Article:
LINGUIST List 24.25|
Mon Jan 07 2013
Calls: Typology, Computational Linguistics/Germany
Editor for this issue: Alison Zaharee
From: Sebastian Nordhoff <sebastian.nordhoffglottotopia.de>
Subject: Linked Data in Typology ALT10
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Full Title: Linked Data in Typology ALT10
Short Title: LDT
Date: 15-Aug-2013 - 18-Aug-2013
Location: Leipzig, Germany
Contact Person: Sebastian Nordhoff
Meeting Email: < click here to access email >
Web Site: http://www.eva.mpg.de/lingua/conference/2013_ALT10/files/theme_sessions.html
Linguistic Field(s): Computational Linguistics; Typology
Call Deadline: 15-Jan-2013
Typology lives on data. Typologists produce, curate, extract, aggregate, and analyze data on a daily basis. One major issue is the interoperability of digital data thus gathered. This workshop will deal with the production, publication, and interlinking of typological data according to Semantic Web principles (Linked Open Data).
Several attempts at standardizing typological data have been made, e.g. LDS (Comrie & Smith 1977) and GOLD (Farrar and Langendoen 2003). These top-down approaches have had some success, but a large scale adoption is still wanting. A bottom-up approach as for instance employed by TDS (http://tds2.dans.knaw.nl/) and ISO-CAT (http://www.isocat.org/) could be more promising as it takes into account the often strong feelings linguists have about data categories.
Numerous projects around the world gather heterogeneous typological data, but data representation is by and large project-specific and not guided by general principles. This often results in serious problems over time, including issues with regard to persistence, provenance, interoperability, and accessibility.
These problems are well-known in other data-heavy subdisciplines, e.g. lexicography and corpus linguistics. The lemon project (McCrae et al. 2012) tackles these issues for lexicography, OLiA does the same for corpus linguistics (Chiarcos 2012). In this workshop, we want to explore in how far the solutions developed in the other subdisciplines can be applied to typology, building upon more general concepts of interlinking heterogeneous data sets in the context of Linked Open Data (Berners-Lee 2006, Heath & Bizer 2009).
The working group on Open Data in Linguistics of the Open Knowledge Foundation has recently started working on interlinking data from various subdisciplines (Chiarcos et al. 2012a). The insights and experiences gained there can fruitfully be applied to typology, as the integration of WALS, WOLD, ASJP, Glottolog, and IDS into the Linguistic Linked Open Data Cloud show (Nordhoff 2012, Hellmann et al. forthcoming). Chiarcos et al. (2012b) show how such data can then be cross-queried across knowledge bases to gain new insights and test hypotheses.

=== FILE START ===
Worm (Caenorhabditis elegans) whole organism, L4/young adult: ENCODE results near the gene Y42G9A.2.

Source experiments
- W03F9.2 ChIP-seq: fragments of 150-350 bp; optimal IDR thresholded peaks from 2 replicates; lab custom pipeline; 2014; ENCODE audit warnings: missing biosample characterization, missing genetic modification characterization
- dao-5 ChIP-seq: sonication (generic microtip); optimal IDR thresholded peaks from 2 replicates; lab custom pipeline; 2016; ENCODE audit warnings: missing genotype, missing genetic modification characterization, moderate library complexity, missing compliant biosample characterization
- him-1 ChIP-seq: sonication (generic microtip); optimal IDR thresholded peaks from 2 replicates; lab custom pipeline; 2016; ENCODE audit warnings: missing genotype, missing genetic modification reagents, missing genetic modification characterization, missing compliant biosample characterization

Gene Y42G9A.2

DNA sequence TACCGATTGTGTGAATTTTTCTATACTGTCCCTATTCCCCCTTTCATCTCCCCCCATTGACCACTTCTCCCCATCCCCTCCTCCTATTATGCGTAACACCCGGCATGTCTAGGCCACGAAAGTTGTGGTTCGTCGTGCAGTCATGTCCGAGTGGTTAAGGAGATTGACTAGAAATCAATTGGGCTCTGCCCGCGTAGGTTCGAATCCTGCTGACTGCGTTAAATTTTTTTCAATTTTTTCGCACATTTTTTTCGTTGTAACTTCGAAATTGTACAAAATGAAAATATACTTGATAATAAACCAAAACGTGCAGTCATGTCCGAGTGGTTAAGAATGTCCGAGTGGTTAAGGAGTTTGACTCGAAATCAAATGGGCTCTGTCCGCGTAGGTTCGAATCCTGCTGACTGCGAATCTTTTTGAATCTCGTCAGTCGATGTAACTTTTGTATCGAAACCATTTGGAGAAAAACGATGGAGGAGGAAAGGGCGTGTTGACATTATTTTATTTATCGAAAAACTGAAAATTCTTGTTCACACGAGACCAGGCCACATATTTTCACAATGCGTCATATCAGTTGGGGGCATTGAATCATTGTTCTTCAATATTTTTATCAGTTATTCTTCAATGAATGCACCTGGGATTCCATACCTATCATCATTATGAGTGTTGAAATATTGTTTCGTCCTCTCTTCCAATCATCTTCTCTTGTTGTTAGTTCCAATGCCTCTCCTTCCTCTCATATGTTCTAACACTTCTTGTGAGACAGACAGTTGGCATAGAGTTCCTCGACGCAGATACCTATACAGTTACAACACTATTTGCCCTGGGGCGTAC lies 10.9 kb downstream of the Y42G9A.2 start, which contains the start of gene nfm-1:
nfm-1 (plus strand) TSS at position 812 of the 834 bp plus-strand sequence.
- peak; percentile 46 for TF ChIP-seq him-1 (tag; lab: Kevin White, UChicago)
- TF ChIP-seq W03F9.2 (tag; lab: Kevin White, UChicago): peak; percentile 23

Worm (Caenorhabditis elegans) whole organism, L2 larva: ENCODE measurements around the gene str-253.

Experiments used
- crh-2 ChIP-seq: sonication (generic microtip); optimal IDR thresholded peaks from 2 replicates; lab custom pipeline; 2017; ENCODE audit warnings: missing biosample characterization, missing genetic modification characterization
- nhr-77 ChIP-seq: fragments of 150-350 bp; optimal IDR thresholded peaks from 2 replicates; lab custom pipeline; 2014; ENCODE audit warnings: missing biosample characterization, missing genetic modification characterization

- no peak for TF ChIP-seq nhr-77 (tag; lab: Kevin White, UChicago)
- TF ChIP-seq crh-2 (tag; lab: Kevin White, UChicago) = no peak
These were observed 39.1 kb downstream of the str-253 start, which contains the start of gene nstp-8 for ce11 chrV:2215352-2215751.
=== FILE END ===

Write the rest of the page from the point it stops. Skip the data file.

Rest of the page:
The major advantages of the Linked Open Data approach advocated in Chiarcos et al. (2012a) are the potentials of cross-querying data, and the possibility of a federated approach to data production (crowdsourcing).
The aim of this workshop is to bring together typologists who create or curate large data sets and practitioners of Linked Open Data, to leverage the potential of creating a linked data cloud for linguistic typology.
Call for Papers:
We welcome presentations about novel techniques of publishing data on the web, about interlinking and cross-querying databases, and about federating data production.
Send your abstract as an email attachment to: ALT10 AT eva.mpg.de.
Subject header: (your name) ALT 10 abstract
Include these things in the body of the email:
- Authors’ names
- Abstract title
- Contact information: email, phone, fax
Note: One individual may be involved in a maximum of two abstracts (maximum of one as sole author), regardless of category (oral, poster, theme-session talk).
Maximum length: 500 words or 1 single-spaced page
Please put this information at the top of your abstract:
- Abstract title
- Abstract category (oral, poster, oral/poster)
- Theme session
Format: If at all possible, please send your abstract as a pdf.
Name: Give your pdf a filename similar to the subject header.
Anonymity: Abstracts must be anonymous: do not put your name or other identifying information on the abstract. Also, please anonymize your pdf by removing identifying information.
Berners-Lee, Tim. 2006. Design Issues: Linked Data. July 2006. http://www.w3.org/DesignIssues/LinkedData.html
Chiarcos, Christian. 2012. Ontologies of Linguistic Annotation: Survey and Perspectives. LREC 2012, Istanbul.
Chiarcos, Christian, Nordhoff, Sebastian & Hellmann, Sebastian (eds.). 2012a. Linked Data in Linguistics: Representing and Connecting Language Data and Language Metadata. Heidelberg: Springer.
Chiarcos, Christian, Hellmann, Sebastian & Nordhoff, Sebastian. 2012b. Linking Linguistic Resources: Examples from the Open Linguistics Working Group. In Chiarcos et al. (eds.) 2012a.
Comrie, Bernard & Smith, Norval. 1977. The Lingua Descriptive Studies Questionnaire. Lingua 41. 1-74.
Farrar, Scott & Langendoen, Terry. 2003. A linguistic ontology for the semantic web. GLOT International 7. 200-203.
Heath Tom & Bizer, Chris. 2011. Linked Data - Evolving the Web into a Global Data Space. San Rafael: Morgan & Claypool.
Hellmann, Sebastian, Moran, Steven, Brümmer, Martin, McCrae, John (eds.). Forthcoming. Multilingual Linked Open Data. Special Issue of the Semantic Web Journal.
McCrae, John, Montiel-Ponsoda, Elena & Cimiano, Philipp. 2012. Integrating WordNet and Wiktionary with lemon. In Chiarcos et al. (eds.) 2012a.
Nordhoff, Sebastian. 2012. Linked Data for Linguistic Diversity Research: Glottolog/Langdoc and ASJP Online In Chiarcos et al. (eds.) 2012a.
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